Joint Tenants: here, the parties jointly own the property. Upon the death of one party, the surviving owner automatically becomes the full title owner. No probate is required. Although there are a few states in this county that permit an uneven percentage ownership in a joint tenancy arrangement, the great majority of states require that such title be held on an equal 50-50 basis.

While it is not absolutely necessary, it is recommended that if persons hold title as joint tenants, the deed should read: X and Y, as joint tenants with rights of survivorship.

There is an interesting — and relatively unknown — fact about joint tenancies. Either joint tenant can unilaterally sever the relationship, merely by preparing and recording a deed, which will have the effect of changing the relationship into a tenant in common arrangement.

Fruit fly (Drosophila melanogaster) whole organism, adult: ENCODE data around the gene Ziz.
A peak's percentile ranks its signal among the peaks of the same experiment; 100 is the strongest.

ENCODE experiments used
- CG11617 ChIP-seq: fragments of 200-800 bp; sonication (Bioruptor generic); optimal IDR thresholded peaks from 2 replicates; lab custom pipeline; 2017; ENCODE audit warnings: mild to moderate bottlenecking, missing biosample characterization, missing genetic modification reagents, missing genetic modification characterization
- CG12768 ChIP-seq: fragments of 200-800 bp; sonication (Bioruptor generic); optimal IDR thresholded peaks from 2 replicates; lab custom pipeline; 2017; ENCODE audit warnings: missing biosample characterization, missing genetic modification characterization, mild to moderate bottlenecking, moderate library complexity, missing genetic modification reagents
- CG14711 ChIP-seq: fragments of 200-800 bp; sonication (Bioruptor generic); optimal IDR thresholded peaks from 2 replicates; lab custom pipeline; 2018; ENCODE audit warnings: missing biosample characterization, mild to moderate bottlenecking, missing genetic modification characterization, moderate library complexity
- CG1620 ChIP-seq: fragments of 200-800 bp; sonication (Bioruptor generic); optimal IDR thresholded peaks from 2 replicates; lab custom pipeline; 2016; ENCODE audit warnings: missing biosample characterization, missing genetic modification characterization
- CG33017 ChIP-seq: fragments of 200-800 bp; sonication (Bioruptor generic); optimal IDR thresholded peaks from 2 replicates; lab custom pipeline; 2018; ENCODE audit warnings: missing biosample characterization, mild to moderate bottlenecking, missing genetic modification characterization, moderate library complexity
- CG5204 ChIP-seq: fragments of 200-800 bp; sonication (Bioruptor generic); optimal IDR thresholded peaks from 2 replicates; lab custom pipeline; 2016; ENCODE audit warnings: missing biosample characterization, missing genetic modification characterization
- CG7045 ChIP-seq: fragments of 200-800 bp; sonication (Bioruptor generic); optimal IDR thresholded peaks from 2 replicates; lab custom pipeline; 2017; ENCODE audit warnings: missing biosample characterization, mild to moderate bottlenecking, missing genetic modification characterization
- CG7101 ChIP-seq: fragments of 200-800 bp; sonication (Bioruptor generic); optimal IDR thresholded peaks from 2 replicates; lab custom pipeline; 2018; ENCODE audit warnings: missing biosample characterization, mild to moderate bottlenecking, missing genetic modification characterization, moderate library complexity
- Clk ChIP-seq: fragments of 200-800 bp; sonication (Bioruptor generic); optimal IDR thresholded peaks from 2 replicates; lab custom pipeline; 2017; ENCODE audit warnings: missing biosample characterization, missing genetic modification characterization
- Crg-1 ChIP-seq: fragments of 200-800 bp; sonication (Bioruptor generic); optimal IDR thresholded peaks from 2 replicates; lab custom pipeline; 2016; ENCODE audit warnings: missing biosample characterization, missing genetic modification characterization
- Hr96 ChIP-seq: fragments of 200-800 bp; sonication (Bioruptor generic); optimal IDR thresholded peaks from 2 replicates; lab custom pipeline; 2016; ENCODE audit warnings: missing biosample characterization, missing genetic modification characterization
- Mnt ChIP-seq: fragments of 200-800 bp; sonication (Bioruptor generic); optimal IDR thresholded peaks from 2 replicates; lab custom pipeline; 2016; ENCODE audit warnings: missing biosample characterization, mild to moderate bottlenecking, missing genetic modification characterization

Tenancy by the entireties: this is reserved exclusively for husbands and wives. In the event of the death of one spouse, the surviving spouse becomes the owner of the entire property and probate is not necessary. Unlike joint tenancies, however, a tenancy by the entireties cannot be unilaterally changed. Only divorce or mutual agreement can create a change. If property is held as tenants by the entireties, and there is a divorce, the property automatically (by operation of law) becomes a tenant in common situation.

Now, let’s get back to your question.

You want the deed to your property to reflect that upon the death of your wife, you will become the sole owner of the property, but on your death, your half interest will go to your children.

The first thing that both of you should do is prepare Last Wills and Testaments. Each of you should have your own attorney assist in the preparation of these documents. You want to make sure that down the road, no one can claim that they did not understand the transaction and were coerced into signing certain documents. These Wills should spell out the intention regarding the property disposition.